I am a horrible procrastinator. Starting up new tasks can be next to impossible. My mind’s ability to unconsciously switch from problem-solving to Reddit-browsing mode continues to astound me. For a long time, I had no way to counter my bad habits. I felt bad, and got a lot less done than I would have liked, even for projects where I was very motivated.
I haven’t completely defeated my procrastinator tendencies, but after years of battling against them, I have at least found a few effective weapons. Well, really, just one. Break big tasks down in to small ones. Really small ones. Like, sometimes can be done in a few seconds small. Here’s how it works.
Most people agree that getting started on a project is perhaps the hardest part of finishing. It’s obvious why: every possible outcome, every possible task stares back at you from your blank sheet of paper or empty text editor. You could be done in five minutes, or you could have to invent a whole new branch in your field to finish. There’s no way to know. That’s a scary thought, better just read a few online news articles.
The good news is you don’t have to consider every possible step to get started on something. You just have to consider the first step. So what is it? It’s definitely not to build one whole part of your project. The first step is to simply get to the right place where you can get work done. Close Hacker News, and just open your text editor. You can’t possibly make progress from your web browser. Now, you need to open whatever file you’re working in. Now find the right part of that file. What you have to do might be no more clear, but at least your in the place where you can actually work on it.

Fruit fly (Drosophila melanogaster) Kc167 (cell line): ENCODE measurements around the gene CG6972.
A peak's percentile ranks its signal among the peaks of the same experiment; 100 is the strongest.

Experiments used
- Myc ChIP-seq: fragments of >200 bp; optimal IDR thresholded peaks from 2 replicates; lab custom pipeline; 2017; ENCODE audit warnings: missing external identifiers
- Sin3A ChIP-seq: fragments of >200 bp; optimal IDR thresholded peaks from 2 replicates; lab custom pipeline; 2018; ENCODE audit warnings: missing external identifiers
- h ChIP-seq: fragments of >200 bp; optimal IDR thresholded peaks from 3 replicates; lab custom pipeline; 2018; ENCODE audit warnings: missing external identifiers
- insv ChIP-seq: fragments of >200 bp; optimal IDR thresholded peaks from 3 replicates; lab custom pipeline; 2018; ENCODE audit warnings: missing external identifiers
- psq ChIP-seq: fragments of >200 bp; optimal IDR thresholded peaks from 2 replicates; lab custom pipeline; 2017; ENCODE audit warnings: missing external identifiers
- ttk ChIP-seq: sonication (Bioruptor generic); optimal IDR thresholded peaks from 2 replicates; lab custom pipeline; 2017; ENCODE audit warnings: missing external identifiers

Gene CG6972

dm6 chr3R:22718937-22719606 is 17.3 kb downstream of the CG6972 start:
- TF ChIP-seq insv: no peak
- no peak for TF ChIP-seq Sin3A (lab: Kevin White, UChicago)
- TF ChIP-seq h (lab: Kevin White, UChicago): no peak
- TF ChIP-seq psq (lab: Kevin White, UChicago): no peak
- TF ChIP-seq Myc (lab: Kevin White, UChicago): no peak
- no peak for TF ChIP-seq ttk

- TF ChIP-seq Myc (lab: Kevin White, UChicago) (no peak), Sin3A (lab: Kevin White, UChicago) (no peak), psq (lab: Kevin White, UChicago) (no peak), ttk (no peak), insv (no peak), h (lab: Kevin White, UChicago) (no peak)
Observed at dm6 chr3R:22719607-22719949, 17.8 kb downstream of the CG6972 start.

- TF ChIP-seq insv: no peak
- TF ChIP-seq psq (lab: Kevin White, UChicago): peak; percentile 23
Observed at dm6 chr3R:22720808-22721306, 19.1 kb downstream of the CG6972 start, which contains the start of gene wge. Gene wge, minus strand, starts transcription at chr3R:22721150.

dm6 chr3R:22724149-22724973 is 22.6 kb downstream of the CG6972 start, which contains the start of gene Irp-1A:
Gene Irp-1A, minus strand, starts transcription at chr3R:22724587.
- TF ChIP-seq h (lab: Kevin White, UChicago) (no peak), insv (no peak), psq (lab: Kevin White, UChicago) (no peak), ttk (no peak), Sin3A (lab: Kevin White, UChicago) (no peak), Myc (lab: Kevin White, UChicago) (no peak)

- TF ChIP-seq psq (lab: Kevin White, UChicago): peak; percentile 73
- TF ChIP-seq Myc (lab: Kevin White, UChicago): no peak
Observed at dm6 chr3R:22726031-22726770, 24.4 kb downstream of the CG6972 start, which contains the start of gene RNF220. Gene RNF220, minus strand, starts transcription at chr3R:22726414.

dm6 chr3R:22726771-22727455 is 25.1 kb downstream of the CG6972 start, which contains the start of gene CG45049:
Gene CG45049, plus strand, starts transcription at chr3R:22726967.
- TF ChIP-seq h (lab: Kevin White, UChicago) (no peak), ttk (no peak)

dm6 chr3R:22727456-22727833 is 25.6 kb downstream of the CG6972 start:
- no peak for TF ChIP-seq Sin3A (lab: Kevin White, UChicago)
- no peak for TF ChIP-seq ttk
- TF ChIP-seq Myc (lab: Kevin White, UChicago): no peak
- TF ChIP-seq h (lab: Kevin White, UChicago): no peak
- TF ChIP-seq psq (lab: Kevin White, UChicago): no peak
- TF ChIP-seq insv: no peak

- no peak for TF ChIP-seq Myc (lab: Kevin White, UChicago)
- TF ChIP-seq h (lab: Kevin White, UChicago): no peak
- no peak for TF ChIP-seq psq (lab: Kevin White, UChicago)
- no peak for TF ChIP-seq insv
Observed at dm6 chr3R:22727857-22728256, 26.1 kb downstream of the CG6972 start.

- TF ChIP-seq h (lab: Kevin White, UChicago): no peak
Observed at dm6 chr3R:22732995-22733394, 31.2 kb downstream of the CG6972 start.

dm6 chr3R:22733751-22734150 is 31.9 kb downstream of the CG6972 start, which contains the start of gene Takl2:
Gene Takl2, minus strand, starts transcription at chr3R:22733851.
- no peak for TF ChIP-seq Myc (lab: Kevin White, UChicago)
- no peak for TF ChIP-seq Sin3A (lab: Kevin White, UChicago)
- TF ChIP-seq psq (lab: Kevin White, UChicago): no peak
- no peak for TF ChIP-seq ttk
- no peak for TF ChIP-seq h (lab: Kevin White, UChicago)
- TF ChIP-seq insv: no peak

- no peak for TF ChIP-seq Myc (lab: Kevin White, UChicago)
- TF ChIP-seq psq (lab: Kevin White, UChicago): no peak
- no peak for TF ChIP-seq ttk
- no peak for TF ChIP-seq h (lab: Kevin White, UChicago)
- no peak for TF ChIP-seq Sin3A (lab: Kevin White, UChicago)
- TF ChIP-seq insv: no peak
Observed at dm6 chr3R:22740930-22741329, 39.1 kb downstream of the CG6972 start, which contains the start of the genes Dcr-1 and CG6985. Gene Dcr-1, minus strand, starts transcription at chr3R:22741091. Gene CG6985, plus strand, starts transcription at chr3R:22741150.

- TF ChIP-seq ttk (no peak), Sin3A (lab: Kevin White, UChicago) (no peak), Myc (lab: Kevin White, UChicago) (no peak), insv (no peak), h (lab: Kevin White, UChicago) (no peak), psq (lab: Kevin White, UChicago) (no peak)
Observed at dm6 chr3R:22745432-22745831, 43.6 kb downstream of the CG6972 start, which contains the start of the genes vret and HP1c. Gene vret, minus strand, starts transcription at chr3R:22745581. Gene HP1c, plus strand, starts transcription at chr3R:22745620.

Now the trick is just to stay there. Every time you come to another unconquerably large task, you’re going to default to going back into distraction mode. It’s amazing how quickly and subconsciously that can be done. Maybe you are stuck immediately, maybe you’ve been working along just fine for a while and then hit a wall.
Either way, the trick is to concentrate on the problem at hand, and break it into little pieces. The easiest way to do this is to not worry about coming up to the solution to why your stuck, but just concentrate on the question of why you’re stuck.
I literally write down a complete sentence: what question I’m going to have to answer. After that I start writing down all the possible ways I could solve that problem. I list the tradeoffs, I list the solutions I know would probably be bad.
About half the time, this is enough to keep me going. I knew what the right way to proceed was after all, but was letting a little uncertainty derail my productivity.
Sometimes I’m not as lucky. Maybe the problem is really hard, or maybe I just don’t know how all the pieces fit together yet. Fortunately, I just wrote down my plan of attack. I can investigate each possible solution and decide which one to go with.
On my most productive days, I stay in this cycle for hours. I’m not always making progress, but I’m always making progress on making progress. Try it out and see how it works for you. You know you’ve been successful when at the end of the day you finally open Reddit and see that there’s whole pages of new stuff that you haven’t seen. Dive in, you’ve earned it.